Uncover the Stories Behind Business EntitiesBy Nina Kaufman, Esq.
You’ve felt that glimmer of the Divine impulse – that insistent idea whispering in your ear saying: “start a business . . . start a business . . . .” You have experience in your field. You’ve done your homework on determining the right clients for you, where you’d want to locate the business, who you might need to help you with it. And then you run headlong into that first real stumper of a question – like going 90 miles an hour into a brick wall – “what form of business will you choose?”
You start to read the websites and literature. You start to feel a little queasy with terms like “entity-level taxation” and “limitations of liability.” By the time you get to “transfer of ownership interest,” your head is spinning and you feel like you need a good, stiff drink (or a vacation). I don’t mean to downplay these considerations, some of which I outlined in my article, “How to Choose the Business Structure that’s Right for You.” That’s why you’ll want to have attorneys and accountants on your team to translate the mumbo-jumbo into English.
But sometimes it helps if you can see yourself in the picture. So let’s look at the forms of business from a different perspective: the owners who use them.
* Amelia, Sole Proprietor. Amelia has been a business and life coach to individuals for the past 5 years. She handles all of her clients via telephone sessions, which means that she doesn’t have people coming in and out of her home office. She enjoys the interaction with people, but also the freedom to work from home. She rents no office space, and does not need to invest large sums of money in equipment to make her business run. She had no major financial obligations that she needs to secure on behalf of the business. As Amelia is not a licensed professional dispensing advice, her exposure to liability is relatively limited (and she covers it with insurance). Therefore, the simplicity and cost (or lack thereof) of a sole proprietorship meets Amelia’s needs.
* Brad and Belinda, General Partners. Brad and Belinda have just started a law practice, and so far, it’s just the two of them. Like Amelia, their initial expenses are relatively low. But as there is more than one owner for the business, they couldn’t be a sole proprietorship. They can do most of their work online, so don’t need to invest in building a library of books for the firm. They operate out of shared office space which is already furnished, so they have no construction costs or responsibilities. Legally, they cannot use a business entity to shield themselves from personal liability for wrongful advice (they cover that through malpractice insurance), so they decided to wait to form one. Instead, they have filed a Business Certificate for Partners with the local county clerk’s office.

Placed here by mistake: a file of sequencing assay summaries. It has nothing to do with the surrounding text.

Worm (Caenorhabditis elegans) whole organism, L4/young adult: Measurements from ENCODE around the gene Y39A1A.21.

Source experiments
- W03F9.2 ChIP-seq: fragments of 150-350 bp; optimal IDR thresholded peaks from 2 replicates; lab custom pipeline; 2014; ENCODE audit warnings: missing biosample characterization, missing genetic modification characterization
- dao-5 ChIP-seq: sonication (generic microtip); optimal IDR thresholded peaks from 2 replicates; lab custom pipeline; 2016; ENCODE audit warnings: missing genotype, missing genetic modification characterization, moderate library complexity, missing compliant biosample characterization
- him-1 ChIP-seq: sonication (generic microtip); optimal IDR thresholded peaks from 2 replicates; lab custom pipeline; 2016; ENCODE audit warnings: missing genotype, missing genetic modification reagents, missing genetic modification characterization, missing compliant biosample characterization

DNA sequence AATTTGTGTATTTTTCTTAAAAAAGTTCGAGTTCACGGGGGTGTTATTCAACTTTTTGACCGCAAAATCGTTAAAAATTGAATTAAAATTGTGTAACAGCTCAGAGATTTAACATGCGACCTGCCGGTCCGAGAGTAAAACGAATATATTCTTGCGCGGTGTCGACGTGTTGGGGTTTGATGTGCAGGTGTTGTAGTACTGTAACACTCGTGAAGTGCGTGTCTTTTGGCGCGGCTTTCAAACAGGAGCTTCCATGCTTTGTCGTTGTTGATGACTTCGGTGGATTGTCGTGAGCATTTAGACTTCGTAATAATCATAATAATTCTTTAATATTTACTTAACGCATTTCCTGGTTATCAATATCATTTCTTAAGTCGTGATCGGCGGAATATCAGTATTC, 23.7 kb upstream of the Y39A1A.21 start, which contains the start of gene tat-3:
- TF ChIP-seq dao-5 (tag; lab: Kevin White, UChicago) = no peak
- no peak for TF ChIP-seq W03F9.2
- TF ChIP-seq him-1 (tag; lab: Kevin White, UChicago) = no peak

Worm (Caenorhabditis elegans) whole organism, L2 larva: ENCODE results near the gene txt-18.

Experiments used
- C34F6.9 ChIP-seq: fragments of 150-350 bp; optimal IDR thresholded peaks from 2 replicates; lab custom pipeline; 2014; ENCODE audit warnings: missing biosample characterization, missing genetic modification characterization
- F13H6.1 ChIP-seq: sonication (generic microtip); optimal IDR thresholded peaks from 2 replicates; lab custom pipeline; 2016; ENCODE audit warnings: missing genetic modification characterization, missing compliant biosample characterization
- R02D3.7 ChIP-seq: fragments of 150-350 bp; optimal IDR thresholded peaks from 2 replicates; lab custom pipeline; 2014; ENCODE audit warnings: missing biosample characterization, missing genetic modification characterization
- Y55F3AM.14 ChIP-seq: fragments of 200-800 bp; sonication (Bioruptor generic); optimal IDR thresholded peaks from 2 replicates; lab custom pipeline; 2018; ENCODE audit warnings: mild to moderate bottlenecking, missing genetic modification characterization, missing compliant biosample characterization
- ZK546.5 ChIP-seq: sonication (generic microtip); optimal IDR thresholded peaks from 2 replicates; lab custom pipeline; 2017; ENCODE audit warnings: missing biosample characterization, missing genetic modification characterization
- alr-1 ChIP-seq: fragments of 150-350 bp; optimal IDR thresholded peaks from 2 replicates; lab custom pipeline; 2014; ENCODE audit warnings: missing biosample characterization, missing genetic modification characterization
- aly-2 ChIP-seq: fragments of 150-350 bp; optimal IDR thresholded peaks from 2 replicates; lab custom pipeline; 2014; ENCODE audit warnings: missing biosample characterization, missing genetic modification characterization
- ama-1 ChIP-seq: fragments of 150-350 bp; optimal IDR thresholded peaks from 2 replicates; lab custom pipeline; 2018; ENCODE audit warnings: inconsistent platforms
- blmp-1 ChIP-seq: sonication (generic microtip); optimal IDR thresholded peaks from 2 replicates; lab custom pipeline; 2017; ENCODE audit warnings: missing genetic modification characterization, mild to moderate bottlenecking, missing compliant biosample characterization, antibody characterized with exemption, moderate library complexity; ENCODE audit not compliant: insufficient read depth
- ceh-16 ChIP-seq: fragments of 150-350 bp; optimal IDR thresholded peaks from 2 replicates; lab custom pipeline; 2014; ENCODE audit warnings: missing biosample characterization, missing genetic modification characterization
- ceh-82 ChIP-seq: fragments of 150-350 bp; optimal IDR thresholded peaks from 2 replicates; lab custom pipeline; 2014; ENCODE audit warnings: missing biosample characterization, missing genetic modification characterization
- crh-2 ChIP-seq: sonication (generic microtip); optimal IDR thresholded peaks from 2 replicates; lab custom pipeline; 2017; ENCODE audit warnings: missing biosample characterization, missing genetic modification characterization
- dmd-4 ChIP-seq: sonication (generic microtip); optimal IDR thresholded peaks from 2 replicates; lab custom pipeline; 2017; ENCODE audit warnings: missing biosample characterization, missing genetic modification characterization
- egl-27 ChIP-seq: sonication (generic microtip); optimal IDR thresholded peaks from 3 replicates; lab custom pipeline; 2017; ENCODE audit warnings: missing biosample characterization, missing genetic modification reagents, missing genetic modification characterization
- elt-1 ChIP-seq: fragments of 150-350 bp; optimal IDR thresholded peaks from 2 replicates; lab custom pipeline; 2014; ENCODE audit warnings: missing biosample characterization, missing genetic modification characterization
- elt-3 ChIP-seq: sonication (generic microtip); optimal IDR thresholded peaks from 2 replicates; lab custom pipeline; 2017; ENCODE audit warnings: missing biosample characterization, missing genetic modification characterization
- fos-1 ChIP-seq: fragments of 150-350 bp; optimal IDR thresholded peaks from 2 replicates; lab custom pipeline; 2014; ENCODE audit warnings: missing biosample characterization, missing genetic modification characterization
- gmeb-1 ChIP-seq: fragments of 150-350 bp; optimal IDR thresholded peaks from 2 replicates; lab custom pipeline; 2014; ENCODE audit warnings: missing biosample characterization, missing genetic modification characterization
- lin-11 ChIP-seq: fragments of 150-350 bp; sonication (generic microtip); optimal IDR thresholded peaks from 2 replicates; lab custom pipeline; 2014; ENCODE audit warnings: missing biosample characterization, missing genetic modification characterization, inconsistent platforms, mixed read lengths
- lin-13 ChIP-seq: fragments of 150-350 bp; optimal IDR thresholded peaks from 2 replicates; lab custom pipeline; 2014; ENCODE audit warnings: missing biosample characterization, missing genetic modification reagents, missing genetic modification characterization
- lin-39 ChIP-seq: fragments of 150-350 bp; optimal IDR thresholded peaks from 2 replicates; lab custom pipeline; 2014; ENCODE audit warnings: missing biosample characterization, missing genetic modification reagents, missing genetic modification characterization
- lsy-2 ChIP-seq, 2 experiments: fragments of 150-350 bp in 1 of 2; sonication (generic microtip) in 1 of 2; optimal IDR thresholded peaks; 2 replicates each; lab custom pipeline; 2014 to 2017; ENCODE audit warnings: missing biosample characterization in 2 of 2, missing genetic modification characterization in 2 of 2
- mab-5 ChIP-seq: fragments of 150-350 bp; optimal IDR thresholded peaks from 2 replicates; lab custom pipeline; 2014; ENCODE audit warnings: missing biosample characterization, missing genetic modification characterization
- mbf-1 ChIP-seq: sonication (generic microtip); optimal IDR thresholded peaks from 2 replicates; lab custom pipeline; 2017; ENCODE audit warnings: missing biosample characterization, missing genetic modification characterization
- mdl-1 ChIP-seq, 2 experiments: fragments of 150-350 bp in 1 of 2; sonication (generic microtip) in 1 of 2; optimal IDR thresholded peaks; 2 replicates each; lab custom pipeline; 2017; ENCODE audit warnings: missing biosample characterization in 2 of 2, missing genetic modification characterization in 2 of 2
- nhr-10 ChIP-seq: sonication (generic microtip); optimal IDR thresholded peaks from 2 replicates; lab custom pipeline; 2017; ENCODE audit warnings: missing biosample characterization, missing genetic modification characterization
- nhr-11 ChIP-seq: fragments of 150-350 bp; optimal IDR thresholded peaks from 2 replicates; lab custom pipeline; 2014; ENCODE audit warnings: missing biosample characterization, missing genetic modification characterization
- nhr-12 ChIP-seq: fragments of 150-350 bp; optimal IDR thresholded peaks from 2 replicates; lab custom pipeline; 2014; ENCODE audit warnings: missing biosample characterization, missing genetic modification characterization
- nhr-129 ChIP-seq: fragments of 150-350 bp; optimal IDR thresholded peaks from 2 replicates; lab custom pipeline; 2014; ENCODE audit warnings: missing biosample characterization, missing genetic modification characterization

* Corinne, Caleb, and Celine, S Corporation (S-Corp) Shareholders. Corinne and Caleb started their pest control business in 1988. They were “inspired” to do so by the rodent problems they had in their tenement apartment when they were first married. They chose an S-Corp form because it was simple. Also, although they have grown the company to include a number of employees, Corinne and Caleb controlled the management of the company by themselves. When their daughter, Celine, showed an interest in the business, they were delighted to bring her on as an owner and “share the wealth.” As equal shareholders in the management of the company, they each receive an equal share of the profits.
* Doreen and Dexter, Limited Liability Company Members. Doreen and Dexter are the active owners of Command Control Center LLC. They provide contract security personnel as well as database technicians who make sure that companies’ computer networks are properly secured. In addition to Doreen and Dexter, there are a handful of angel investors who have provided funding to get the company up and running. However, the “angels” did not want to be involved with the day-to-day running of the company. As a result, Doreen and Dexter control 80% of the management decisions of the company, but – to compensate the investors — receive only 40% of the profits.
* Eleanor, C Corporation (C-Corp) Entrepreneur. Eleanor always thought big, even as a child. So when she was inspired to start a cosmetics company that served the needs of women of color and that used eco-friendly ingredients, she was not about to keep her idea to herself. She wanted this to go nationwide. She wanted to start a movement. After formulating her business plan, she realized that, at some point, she would want the company to “go public,” that is, to have its stock traded on a national exchange. Therefore, she chose to operate as a C Corporation based in Delaware, as that was (and is) the form most attractive to investors when taking a company public.
These aren’t hard and fast rules, but hopefully, they’ve “fleshed out” the picture of business ownership a bit. Your advisors can give you clear guidance about which form fits your needs best.
Want to learn more about Kaufman Business Law? This is the video to watch.